Is it surprising, then, to see this Sunday’s nominees for the People’s Choice Award for Comedy Movie Star of the Year include one SNL alum in Adam Sandler (for Netflix’s You Are So Not Invited to My Bat Mitzvah); two newbies in Glen Powell and Sydney Sweeney from the rom-com Anyone But You; and then five stars who were thought of as primarily dramatic actors until they hosted SNL (Timothée Chalamet for Wonka; Gosling; Robbie; Johansson for Asteroid City; and Jennifer Lawrence for No Hard Feelings)?

You may also have seen a number of current and former SNL stars in Super Bowl ads last Sunday, but watching McKinnon and Davidson dish up mayo doesn’t exactly scream movie star. That’s not to mention the everyday commercials where Ego Nwodim touts the virtues of Pizza Hut or Kenan Thompson shills appliances.

Legacy movie stars such as Sandler or Murphy are still making bank, just now at Netflix and Amazon Prime Video. Other stand-up comedians have emerged as movie stars from time to time, but the break-out examples of Zach Galifianakis in The Hangover trilogy or Tiffany Haddish in Girls Trip didn’t translate to lasting leading roles for either of them. Kevin Hart only seems to bring in cinema audiences in a big way when he’s paired up with The Rock (Hart’s Netflix run is another story).

You almost could make a case for two of the Pitch Perfect stars in Rebel Wilson and Adam DeVine—Wilson had two 2019 films that both outperformed their budgets in Isn’t It Romantic and The Hustle, while both hers and DeVine’s most recent big hits were on Netflix.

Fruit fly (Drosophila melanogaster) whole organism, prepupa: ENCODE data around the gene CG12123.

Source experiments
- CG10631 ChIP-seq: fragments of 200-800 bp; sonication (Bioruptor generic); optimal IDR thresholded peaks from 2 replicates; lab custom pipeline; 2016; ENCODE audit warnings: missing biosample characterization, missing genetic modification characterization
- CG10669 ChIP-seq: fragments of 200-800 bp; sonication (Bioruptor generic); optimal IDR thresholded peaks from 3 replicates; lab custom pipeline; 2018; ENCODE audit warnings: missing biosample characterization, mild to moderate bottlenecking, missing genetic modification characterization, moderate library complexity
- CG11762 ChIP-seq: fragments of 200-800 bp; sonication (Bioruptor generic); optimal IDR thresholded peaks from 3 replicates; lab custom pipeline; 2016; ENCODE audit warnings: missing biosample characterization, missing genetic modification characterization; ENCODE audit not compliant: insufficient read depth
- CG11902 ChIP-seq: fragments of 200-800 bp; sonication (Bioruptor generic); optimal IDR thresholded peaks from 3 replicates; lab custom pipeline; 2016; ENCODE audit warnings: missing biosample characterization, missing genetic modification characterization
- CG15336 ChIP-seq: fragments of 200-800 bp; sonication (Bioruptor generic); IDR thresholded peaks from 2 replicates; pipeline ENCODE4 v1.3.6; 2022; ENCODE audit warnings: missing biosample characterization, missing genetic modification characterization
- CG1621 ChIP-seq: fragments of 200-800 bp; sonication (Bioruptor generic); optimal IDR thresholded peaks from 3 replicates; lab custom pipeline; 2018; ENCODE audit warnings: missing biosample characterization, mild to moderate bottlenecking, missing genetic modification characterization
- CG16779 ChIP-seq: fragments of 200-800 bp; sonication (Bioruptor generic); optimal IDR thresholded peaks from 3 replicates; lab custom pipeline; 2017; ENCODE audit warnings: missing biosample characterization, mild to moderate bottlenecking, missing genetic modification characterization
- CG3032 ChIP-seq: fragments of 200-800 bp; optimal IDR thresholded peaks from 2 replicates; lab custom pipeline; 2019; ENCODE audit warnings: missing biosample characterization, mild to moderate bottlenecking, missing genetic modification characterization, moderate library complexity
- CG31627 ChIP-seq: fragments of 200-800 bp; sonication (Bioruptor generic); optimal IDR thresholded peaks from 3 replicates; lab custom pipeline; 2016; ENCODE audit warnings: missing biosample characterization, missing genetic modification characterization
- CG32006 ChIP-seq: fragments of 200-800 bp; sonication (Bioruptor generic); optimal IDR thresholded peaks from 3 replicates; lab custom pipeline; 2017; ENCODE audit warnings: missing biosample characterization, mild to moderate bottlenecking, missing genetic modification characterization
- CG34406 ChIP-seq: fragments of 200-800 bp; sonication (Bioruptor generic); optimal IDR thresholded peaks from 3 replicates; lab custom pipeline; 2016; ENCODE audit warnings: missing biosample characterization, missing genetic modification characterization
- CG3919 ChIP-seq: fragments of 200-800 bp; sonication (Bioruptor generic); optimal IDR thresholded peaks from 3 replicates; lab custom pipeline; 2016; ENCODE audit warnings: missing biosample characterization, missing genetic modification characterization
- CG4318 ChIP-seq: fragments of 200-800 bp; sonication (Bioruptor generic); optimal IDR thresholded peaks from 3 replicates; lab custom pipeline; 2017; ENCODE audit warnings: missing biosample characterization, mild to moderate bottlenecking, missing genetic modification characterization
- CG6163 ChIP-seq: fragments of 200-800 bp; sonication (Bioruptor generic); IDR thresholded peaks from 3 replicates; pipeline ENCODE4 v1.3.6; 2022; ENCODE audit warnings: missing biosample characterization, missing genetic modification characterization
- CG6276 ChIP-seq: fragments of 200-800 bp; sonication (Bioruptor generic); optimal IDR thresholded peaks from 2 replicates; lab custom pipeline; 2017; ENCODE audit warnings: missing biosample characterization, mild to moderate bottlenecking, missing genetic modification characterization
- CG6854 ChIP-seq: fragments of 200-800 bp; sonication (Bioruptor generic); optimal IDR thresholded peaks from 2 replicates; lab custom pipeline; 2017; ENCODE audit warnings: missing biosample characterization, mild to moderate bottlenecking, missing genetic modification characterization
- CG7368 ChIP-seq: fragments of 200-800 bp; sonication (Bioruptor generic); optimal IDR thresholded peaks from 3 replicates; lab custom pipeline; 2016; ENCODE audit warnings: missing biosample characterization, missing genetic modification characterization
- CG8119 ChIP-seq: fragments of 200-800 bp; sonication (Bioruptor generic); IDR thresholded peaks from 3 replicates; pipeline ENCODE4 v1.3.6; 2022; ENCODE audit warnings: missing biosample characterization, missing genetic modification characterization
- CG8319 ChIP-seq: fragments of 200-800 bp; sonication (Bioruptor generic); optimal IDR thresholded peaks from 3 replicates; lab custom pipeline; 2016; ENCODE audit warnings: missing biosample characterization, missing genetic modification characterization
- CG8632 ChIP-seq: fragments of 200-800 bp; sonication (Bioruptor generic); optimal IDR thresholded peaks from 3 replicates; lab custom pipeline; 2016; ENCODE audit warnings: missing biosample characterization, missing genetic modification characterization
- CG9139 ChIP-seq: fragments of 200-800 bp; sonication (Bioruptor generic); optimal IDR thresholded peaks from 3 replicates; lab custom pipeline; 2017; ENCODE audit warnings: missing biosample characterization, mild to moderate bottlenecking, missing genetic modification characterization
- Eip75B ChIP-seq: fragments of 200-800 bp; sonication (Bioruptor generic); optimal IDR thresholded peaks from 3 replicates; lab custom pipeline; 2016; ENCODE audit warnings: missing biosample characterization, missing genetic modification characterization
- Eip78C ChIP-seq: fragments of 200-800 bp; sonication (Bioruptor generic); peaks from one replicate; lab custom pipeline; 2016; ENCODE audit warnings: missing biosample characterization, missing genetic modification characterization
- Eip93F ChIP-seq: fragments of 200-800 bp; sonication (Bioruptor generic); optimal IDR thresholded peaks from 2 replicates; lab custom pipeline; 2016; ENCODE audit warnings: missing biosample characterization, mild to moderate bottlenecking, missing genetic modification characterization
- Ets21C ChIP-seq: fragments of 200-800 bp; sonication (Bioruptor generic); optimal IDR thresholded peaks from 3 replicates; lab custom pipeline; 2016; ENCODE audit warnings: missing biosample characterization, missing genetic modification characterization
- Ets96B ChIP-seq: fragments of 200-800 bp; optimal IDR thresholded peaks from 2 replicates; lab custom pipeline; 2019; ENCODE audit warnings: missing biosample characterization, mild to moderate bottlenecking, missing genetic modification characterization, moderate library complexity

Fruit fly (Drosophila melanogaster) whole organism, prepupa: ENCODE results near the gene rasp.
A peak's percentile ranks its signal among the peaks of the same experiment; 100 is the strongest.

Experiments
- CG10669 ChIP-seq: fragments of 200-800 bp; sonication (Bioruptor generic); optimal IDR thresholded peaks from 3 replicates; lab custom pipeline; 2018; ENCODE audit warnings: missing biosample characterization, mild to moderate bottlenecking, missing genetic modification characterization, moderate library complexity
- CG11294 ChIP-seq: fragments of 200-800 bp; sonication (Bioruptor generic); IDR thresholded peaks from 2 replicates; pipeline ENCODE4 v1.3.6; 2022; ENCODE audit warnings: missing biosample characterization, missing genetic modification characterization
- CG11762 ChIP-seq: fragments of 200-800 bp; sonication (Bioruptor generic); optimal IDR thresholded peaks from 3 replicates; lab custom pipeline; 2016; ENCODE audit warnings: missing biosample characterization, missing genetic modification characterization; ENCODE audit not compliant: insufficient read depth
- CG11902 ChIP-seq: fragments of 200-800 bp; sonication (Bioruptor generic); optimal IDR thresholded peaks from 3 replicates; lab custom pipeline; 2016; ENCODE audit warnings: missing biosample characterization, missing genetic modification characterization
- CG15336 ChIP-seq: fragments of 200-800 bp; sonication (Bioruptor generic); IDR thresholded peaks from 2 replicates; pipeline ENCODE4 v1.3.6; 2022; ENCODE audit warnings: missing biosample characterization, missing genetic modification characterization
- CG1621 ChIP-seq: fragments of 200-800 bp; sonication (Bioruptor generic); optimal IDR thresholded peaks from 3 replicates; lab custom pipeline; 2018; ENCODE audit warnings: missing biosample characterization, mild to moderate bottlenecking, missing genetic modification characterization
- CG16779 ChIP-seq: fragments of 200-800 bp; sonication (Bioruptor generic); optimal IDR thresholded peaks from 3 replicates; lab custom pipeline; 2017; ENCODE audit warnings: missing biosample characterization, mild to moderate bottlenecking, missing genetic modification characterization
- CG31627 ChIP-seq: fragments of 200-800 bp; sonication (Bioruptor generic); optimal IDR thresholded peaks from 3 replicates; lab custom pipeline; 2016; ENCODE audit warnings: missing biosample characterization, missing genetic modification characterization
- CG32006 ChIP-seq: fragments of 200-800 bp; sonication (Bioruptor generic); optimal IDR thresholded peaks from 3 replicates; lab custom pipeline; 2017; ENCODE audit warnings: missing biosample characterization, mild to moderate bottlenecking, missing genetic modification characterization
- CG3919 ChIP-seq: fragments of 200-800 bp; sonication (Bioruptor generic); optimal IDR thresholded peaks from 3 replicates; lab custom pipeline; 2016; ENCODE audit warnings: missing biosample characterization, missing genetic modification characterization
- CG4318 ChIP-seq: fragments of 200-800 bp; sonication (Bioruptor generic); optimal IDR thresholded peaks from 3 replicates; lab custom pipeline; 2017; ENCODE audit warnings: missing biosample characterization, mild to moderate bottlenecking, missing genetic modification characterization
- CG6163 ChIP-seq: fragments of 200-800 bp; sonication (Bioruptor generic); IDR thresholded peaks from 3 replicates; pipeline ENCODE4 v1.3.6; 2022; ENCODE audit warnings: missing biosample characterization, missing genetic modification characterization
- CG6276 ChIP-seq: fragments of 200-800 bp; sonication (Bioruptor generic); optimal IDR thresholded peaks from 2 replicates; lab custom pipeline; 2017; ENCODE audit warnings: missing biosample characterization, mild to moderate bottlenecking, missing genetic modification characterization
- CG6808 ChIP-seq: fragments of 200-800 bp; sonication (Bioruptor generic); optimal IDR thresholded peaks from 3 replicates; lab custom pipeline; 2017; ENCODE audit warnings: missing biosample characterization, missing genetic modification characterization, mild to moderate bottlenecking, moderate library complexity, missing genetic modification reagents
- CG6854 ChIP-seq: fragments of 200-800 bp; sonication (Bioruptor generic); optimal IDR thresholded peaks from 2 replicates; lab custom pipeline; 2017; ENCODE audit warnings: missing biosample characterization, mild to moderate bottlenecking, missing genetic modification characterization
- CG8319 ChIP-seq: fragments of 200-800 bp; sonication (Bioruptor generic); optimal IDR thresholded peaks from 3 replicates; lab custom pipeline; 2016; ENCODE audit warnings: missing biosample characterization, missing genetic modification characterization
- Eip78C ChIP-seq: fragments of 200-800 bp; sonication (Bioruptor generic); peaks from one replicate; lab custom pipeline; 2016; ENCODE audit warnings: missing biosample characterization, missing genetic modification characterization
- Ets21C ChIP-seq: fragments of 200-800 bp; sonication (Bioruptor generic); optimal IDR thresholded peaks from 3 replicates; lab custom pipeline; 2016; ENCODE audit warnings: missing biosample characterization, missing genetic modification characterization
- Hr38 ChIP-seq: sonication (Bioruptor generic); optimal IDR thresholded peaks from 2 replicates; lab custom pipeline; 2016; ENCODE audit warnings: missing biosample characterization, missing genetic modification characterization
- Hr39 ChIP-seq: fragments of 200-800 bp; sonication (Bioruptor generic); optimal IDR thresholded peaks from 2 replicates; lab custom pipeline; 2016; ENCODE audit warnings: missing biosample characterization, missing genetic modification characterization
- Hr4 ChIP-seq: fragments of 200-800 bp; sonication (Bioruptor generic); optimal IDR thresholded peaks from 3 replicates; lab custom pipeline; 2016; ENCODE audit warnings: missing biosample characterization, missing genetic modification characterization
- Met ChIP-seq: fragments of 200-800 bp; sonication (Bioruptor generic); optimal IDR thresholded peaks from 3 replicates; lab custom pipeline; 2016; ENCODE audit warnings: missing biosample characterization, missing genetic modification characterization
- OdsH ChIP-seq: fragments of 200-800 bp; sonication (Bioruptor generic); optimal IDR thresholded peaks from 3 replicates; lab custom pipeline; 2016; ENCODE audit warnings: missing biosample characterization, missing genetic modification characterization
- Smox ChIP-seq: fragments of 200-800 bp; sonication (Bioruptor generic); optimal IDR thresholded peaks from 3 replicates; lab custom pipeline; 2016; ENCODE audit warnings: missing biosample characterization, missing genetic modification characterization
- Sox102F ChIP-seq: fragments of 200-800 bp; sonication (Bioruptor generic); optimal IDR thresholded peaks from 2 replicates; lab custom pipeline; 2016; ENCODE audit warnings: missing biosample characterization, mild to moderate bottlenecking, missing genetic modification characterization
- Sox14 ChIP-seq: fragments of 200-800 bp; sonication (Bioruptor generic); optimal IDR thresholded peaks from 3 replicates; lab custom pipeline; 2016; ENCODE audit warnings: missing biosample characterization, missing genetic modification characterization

That’s not stopping Apatow from trying to help SNL stars jump to the big screen. He directed Davidson’s The King of Staten Island, bumped out of SXSW and a proper cinema release due to the pandemic in 2020. Apatow also produced last year’s film debut from the Please Don’t Destroy trio of Martin Herlihy, John Higgins, and Ben Marshall, The Treasure of Foggy Mountain. It was scheduled to open nationwide at the cineplexes but NBCUniversal decided to launch it exclusively on Peacock instead last November.

“To me the most important thing is we need to break new comedy stars. If we don’t give people opportunities, you don’t get the next generation of comedy stars,” Apatow told The Daily Beast last November. “To me, the larger problem is a lot of people seem to be attracted to familiar IP and established stars. That’s a way of playing it safe. Most things that break out are brand new. Everybody in The Hangover was brand new. Everybody in The 40-Year-Old Virgin was brand new. People go to the movies because they love seeing a fresh face and we need the studios to want to take those risks because that’s how we get Kristen Wiig or Seth Rogen because someone took a chance.”

Apatow then added, “We definitely need someone to give the next person from Saturday Night Live a shot, which is what we’re doing with the Please Don’t Destroy movie. We want to find new people to make these movies in addition to the people that we already love.”

While Gen Z may relate hardcore to the Please Don’t Destroy guys on SNL and their clips on YouTube, their movie failed to crack Nielsen’s Top 10 streaming movie list. And let’s face it, who’s still thinking about Foggy Mountain now, three months later? Anyone?

If SNL wants to start minting movie stars again, it’s going to have to do a lot better than this.